Well, folks, we’ve survived the second in what is looking like Apple’s multi-event series of fall product launches—with another presumably on the way before the year’s end. Today, Apple showed off its new line of iPhones and a miniature version of its expensive-as-hell HomePod that mercifully doesn’t pummel your pocketbook nearly as hard. If you weren’t following along on the liveblog, no sweat—we’ve got you.
Apple today unveiled not one, not two, but four new iPhones powered by 5G and Apple’s A14 Bionic chip—which the company repeatedly called “the fastest chip in a smartphone.” Both the iPhone 12 and the teeny iPhone 12 Mini, which has a 5.4-inch screen versus the standard version’s 6.1 inches, ship in five aluminum colors: a deep blue, red, silvery-white, black, and soft mint green.
The 5G technology that powers these and the Pro and Pro Max versions of the iPhone 12 will offer faster speeds across the board, from downloads to gaming and app responsiveness. This is an exciting development for folks who have access to 5G, but it’s worth noting that the carriers’ 5G networks, including Verizon’s 5G Ultra Wideband hyped at Apple’s event, are still lacking coverage in many areas (particularly more rural regions).
The other element that makes the iPhone 12 series a powerhouse is its A14 Bionic chip—Apple says it’s the first in the smartphone space to be built on 5-nanometer process—that gives the iPhone 12 lineup the “fastest” GPU and CPU by a long shot compared to competing smartphone chips, if we’re to take Apple at its word. (This is likely true, but we’ll put it to the test.)
Both come equipped with Super Retina XDR OLED displays that nearly double the peak brightness of the iPhone 11. They’re also more durable: The iPhone 12 series features a Ceramic Shield that protects against drops. The iPhone 12 and 12 Mini also have dual-camera systems featuring an ultra-wide-angle and wide-angle lens with an aperture of f/1.6, which should improve low-light shots significantly. Best of all, though, is both phones’ ability to shoot HDR video with Dolby Vision—something that should pique the interest of any iPhone users who regularly use their phones to capture video.
The iPhone 12 Mini and iPhone 12 start at $700 and $800, respectively. The iPhone 12 Mini will be available for preorder beginning Nov. 6 before shipping Nov. 13. The iPhone 12 can be preordered beginning Oct. 16 and will start hitting shelves on Oct. 23.
Many of the features of the iPhone 12 and 12 Mini are carried over to the iPhone 12 Pro and Pro Max, though the latter get a number of features that could make the extra $300 or so worth the investment. The Pro and Pro Max are notably equipped with a third telephoto camera as well as a new LiDAR sensor, which will boost autofocus capabilities in low-light environments while also supporting Night Mode portraits. The iPhone 12 Pro and Pro Max versions also get some flashy stainless steel color options not available on the smaller models, including a lovely pacific blue, graphite, silver, and gold.
The iPhone 12 Pro will open for preorders Oct. 16 and begin shipping Oct. 23, while the iPhone 12 Pro Max will be available to order on Nov. 6 and will ship starting Nov. 13. They start at $1,000 and $1,100, respectively.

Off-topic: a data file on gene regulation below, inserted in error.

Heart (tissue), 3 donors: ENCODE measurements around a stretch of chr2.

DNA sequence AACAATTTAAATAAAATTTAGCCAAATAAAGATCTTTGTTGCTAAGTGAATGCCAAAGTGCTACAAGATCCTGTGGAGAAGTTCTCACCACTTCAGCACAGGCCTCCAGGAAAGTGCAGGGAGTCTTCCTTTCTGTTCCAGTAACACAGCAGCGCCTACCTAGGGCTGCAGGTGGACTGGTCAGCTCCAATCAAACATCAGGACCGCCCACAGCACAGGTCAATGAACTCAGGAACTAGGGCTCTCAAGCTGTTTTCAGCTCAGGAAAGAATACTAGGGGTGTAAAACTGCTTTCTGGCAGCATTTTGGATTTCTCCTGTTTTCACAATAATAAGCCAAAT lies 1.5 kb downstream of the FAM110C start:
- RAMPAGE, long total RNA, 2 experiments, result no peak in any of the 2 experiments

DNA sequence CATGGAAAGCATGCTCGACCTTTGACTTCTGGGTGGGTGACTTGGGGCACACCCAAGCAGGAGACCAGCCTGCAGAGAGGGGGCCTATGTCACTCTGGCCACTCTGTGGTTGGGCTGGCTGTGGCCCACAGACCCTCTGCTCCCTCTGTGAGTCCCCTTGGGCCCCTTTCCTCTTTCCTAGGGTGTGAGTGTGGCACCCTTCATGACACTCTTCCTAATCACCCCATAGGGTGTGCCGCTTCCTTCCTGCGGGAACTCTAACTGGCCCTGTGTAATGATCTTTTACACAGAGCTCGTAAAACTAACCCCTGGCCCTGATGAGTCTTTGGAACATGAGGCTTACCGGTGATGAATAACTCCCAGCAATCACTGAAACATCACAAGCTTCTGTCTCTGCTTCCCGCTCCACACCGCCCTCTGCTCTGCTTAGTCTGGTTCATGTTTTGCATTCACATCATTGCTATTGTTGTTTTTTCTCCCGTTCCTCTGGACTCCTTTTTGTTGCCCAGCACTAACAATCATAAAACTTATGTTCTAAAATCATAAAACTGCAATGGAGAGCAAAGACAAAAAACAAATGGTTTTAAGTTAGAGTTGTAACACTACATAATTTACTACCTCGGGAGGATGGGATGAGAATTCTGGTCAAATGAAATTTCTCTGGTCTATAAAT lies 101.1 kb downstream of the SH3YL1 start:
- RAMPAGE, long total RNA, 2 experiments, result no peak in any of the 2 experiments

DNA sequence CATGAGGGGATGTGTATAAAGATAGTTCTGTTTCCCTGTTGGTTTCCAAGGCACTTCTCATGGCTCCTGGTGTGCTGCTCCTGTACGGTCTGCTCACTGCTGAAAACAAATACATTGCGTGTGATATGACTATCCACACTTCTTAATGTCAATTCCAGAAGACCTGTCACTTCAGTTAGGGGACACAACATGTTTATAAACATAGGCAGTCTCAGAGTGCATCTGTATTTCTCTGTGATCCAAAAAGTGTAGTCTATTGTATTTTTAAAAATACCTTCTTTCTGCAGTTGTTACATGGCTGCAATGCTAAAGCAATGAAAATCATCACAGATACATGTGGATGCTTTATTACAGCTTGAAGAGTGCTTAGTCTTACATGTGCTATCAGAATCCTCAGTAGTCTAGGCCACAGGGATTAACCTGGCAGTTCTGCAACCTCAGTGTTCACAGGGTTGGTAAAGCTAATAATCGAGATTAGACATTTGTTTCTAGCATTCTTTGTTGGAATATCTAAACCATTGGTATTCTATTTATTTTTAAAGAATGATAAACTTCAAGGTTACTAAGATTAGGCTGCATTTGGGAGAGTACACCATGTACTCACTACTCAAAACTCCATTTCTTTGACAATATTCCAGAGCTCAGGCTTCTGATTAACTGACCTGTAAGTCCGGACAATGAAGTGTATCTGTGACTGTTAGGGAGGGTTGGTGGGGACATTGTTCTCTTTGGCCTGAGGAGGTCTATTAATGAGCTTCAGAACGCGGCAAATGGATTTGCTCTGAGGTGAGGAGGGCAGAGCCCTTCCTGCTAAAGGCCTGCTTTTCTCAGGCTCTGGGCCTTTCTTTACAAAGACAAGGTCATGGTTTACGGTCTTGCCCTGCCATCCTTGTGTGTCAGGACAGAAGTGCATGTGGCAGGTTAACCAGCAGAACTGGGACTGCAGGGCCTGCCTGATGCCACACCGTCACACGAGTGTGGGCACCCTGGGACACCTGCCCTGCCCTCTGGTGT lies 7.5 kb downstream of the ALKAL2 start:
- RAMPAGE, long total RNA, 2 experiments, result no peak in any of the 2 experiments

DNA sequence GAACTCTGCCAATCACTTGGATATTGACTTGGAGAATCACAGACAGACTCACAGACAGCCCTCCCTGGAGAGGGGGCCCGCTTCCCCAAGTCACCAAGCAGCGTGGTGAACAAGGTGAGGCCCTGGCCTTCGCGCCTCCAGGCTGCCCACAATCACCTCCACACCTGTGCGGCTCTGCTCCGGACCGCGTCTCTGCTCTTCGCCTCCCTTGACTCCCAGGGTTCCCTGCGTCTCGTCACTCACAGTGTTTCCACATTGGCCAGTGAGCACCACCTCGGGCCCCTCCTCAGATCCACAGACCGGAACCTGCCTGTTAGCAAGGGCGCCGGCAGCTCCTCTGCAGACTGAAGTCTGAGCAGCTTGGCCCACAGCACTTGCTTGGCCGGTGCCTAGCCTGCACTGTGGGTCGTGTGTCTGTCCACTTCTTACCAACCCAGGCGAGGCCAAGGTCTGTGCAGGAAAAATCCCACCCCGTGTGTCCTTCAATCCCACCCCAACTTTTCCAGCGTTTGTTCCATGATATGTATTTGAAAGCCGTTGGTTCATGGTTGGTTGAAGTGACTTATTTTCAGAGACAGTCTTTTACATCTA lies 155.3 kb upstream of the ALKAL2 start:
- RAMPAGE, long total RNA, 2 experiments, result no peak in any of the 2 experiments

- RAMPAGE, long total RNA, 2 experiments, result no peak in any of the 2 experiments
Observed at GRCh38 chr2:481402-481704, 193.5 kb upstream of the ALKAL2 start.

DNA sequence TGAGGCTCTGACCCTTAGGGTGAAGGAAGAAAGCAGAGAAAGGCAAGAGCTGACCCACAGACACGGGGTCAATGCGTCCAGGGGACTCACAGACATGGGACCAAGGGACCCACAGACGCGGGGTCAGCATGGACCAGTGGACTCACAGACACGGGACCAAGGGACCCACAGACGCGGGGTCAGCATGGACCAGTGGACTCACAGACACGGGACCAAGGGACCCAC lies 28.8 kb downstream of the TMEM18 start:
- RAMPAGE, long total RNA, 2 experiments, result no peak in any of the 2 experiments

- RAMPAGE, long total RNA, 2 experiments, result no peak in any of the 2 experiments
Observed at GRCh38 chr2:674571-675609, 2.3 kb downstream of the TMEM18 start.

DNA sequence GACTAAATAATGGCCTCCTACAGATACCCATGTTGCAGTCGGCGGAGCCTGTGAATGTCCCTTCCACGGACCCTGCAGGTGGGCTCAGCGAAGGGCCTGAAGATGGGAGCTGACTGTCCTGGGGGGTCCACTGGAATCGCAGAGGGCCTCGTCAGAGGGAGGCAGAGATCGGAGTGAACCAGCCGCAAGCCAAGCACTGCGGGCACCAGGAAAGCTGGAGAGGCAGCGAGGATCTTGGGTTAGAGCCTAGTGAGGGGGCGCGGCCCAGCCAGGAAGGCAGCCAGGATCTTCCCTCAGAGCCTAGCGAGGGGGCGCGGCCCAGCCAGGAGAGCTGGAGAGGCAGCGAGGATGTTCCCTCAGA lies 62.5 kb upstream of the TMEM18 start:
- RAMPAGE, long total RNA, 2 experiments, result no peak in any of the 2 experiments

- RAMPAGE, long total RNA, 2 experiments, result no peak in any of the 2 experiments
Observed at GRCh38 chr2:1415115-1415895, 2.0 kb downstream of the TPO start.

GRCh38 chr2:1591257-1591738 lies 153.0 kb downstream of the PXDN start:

Lastly, the iPhone 12 series introduces new MagSafe for wireless charging and additional accessories that will magnetically attach to the back of the device. The new MagSafe charger, which will retail for $40, is a puck-shaped charging device similar to the one used for the Apple Watch—only a little larger. To support this new charging technology on the iPhone, Apple is also rolling out a series of new accessories, including clear and silicone cases as well as a leather wallet that can magnetically connect directly to the phone or over a MagSafe case.
And I’ll be honest, the charging system alone is enough to make me want an iPhone 12. If I never had to use a lightning cable again, or trip over one while trying to escape my own freaking workspace, I would be over the moon.
Also announced today is a new, semi-affordable (by Apple’s standards!) HomePod Mini, which will retail for $100, or a third of the cost of the standard HomePod. Rather than merely shrinking the cylindrical, minimalist design of the larger HomePod, Apple instead unveiled a 3-inch spherical design for the wee smart speaker—kind of shaped like Magic 8-Ball—with a glowing ethereal touch surface up top that controls playback, volume, and Siri. The HomePod mini will work with Apple services immediately, with support for other “popular music services” coming down the line—though, notably, Apple said nothing of support for its primary rival, Spotify.
Multiple HomePod Mini speakers can stream music throughout multiple rooms or be paired for a more immersive sound. Siri will be able to deliver much of the information it already does about the weather, your reminders, and calendar events by asking the HomePod Mini, “What’s my update?” iPhone users will also be able to transfer music playback to the speaker from their iPhones by bringing it close to the HomePod Mini. As with other connected smart home devices, the HomePod Mini will be able to control lights and adjust the temperature of a smart thermostat, among other tasks.
It also features an Intercom function, which will allow someone near to a HomePod Mini to send a message from one part of the house to a HomePod Mini in another part of the home. The Intercom feature is also supported on iPhone, iPad, Apple Watch, AirPods, and CarPlay. Lastly, the HomePod Mini features ambient noise and sleep timer functions.
It’s available in white and space gray and can be preordered beginning Nov. 6 before shipping Nov. 16.